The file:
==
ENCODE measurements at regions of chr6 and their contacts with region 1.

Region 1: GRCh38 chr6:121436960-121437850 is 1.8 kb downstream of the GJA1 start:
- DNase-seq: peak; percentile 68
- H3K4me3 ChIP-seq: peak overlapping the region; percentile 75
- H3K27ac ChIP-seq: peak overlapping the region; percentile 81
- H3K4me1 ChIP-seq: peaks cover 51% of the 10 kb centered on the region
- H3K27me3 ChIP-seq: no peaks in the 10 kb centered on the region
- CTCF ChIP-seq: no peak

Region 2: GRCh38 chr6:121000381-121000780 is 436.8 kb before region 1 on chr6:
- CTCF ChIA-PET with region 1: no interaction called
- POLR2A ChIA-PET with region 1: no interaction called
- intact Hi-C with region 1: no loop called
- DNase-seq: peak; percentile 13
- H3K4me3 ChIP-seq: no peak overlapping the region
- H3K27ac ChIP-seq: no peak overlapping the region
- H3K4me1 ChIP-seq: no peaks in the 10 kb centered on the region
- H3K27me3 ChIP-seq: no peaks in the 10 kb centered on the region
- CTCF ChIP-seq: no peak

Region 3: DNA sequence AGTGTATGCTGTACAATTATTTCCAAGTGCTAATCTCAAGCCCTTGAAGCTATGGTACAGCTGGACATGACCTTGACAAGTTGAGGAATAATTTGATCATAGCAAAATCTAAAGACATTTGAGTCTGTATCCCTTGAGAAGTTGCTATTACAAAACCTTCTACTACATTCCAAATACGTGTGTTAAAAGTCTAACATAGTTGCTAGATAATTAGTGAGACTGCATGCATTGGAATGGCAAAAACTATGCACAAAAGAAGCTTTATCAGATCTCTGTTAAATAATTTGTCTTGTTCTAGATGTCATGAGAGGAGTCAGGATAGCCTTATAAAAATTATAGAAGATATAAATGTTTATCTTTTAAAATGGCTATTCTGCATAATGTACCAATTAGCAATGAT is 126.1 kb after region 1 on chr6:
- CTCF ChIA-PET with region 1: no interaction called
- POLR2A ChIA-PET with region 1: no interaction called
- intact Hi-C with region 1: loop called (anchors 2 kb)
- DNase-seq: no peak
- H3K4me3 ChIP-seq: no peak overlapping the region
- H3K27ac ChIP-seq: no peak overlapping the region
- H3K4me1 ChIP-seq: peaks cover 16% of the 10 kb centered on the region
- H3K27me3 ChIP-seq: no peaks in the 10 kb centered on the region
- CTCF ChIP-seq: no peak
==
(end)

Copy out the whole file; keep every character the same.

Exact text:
ENCODE measurements at regions of chr6 and their contacts with region 1.

Region 1: GRCh38 chr6:121436960-121437850 is 1.8 kb downstream of the GJA1 start:
- DNase-seq: peak; percentile 68
- H3K4me3 ChIP-seq: peak overlapping the region; percentile 75
- H3K27ac ChIP-seq: peak overlapping the region; percentile 81
- H3K4me1 ChIP-seq: peaks cover 51% of the 10 kb centered on the region
- H3K27me3 ChIP-seq: no peaks in the 10 kb centered on the region
- CTCF ChIP-seq: no peak

Region 2: GRCh38 chr6:121000381-121000780 is 436.8 kb before region 1 on chr6:
- CTCF ChIA-PET with region 1: no interaction called
- POLR2A ChIA-PET with region 1: no interaction called
- intact Hi-C with region 1: no loop called
- DNase-seq: peak; percentile 13
- H3K4me3 ChIP-seq: no peak overlapping the region
- H3K27ac ChIP-seq: no peak overlapping the region
- H3K4me1 ChIP-seq: no peaks in the 10 kb centered on the region
- H3K27me3 ChIP-seq: no peaks in the 10 kb centered on the region
- CTCF ChIP-seq: no peak

Region 3: DNA sequence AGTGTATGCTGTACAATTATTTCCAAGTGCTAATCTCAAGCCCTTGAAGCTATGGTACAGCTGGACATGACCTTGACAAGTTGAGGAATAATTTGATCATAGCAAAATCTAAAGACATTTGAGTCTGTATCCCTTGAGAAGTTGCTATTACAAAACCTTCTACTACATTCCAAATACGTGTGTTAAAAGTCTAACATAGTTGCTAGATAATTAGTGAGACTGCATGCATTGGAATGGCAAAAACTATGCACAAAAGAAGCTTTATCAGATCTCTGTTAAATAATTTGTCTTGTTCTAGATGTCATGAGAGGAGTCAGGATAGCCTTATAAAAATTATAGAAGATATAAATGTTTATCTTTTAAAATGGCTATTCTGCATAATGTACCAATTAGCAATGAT is 126.1 kb after region 1 on chr6:
- CTCF ChIA-PET with region 1: no interaction called
- POLR2A ChIA-PET with region 1: no interaction called
- intact Hi-C with region 1: loop called (anchors 2 kb)
- DNase-seq: no peak
- H3K4me3 ChIP-seq: no peak overlapping the region
- H3K27ac ChIP-seq: no peak overlapping the region
- H3K4me1 ChIP-seq: peaks cover 16% of the 10 kb centered on the region
- H3K27me3 ChIP-seq: no peaks in the 10 kb centered on the region
- CTCF ChIP-seq: no peak